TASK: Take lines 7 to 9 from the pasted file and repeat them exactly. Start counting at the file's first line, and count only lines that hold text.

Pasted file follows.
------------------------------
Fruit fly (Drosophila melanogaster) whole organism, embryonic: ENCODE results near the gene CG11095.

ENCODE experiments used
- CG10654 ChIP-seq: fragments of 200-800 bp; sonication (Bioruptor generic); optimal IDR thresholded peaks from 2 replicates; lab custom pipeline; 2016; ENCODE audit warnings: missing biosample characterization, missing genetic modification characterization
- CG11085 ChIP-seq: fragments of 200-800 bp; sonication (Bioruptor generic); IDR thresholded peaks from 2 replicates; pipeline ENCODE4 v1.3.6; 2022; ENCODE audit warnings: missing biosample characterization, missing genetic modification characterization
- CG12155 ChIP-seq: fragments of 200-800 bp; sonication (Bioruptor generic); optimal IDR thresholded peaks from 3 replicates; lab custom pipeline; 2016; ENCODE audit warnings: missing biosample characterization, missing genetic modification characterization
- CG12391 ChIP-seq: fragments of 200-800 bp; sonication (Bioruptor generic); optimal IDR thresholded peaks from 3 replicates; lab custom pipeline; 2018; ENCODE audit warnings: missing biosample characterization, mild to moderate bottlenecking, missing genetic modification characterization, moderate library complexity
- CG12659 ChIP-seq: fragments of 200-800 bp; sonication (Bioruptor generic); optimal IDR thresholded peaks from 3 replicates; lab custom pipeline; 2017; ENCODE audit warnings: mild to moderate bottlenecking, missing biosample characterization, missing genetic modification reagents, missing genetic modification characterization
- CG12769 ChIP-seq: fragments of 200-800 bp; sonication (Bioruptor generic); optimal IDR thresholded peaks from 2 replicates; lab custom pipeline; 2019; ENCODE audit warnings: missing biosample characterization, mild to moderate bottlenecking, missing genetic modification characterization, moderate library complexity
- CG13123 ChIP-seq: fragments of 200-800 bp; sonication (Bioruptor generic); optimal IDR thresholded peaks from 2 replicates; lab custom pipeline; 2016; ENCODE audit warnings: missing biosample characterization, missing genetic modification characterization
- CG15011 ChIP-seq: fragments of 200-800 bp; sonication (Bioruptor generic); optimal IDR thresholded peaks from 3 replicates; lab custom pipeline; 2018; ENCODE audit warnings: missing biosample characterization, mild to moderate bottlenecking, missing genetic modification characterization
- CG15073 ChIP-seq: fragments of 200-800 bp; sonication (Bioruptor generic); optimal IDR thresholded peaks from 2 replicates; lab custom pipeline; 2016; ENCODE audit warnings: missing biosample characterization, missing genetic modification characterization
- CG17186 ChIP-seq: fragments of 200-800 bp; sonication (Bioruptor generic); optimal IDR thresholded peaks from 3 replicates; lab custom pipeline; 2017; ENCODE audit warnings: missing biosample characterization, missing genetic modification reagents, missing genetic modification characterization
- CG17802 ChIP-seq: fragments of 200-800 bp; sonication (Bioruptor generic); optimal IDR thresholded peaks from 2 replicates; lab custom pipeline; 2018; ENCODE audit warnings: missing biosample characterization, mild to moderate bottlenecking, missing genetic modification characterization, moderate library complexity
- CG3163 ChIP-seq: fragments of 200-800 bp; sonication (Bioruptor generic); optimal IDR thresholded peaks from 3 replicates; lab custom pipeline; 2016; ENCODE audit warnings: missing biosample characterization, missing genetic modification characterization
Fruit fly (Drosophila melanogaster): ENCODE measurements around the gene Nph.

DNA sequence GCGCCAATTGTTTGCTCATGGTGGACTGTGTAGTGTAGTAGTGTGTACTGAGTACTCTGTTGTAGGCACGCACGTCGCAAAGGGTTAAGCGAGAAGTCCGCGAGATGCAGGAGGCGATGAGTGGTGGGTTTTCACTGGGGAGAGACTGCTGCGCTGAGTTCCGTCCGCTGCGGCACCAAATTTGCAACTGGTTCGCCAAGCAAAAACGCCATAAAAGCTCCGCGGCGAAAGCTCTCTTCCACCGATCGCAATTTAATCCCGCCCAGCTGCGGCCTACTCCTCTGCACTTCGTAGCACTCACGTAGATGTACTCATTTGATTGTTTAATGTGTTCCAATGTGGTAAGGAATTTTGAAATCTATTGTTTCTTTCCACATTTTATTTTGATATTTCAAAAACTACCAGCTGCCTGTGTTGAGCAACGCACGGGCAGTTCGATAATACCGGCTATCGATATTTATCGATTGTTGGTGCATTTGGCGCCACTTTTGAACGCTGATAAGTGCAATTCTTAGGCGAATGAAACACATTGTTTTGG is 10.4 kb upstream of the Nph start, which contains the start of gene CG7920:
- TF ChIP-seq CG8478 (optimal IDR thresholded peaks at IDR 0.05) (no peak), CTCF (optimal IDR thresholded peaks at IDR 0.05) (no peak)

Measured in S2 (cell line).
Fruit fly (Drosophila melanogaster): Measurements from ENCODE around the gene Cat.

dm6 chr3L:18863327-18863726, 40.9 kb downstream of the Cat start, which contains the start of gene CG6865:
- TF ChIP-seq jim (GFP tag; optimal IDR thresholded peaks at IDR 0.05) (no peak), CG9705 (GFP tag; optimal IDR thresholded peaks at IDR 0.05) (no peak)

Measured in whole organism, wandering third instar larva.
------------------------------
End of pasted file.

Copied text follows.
- CG12659 ChIP-seq: fragments of 200-800 bp; sonication (Bioruptor generic); optimal IDR thresholded peaks from 3 replicates; lab custom pipeline; 2017; ENCODE audit warnings: mild to moderate bottlenecking, missing biosample characterization, missing genetic modification reagents, missing genetic modification characterization
- CG12769 ChIP-seq: fragments of 200-800 bp; sonication (Bioruptor generic); optimal IDR thresholded peaks from 2 replicates; lab custom pipeline; 2019; ENCODE audit warnings: missing biosample characterization, mild to moderate bottlenecking, missing genetic modification characterization, moderate library complexity
- CG13123 ChIP-seq: fragments of 200-800 bp; sonication (Bioruptor generic); optimal IDR thresholded peaks from 2 replicates; lab custom pipeline; 2016; ENCODE audit warnings: missing biosample characterization, missing genetic modification characterization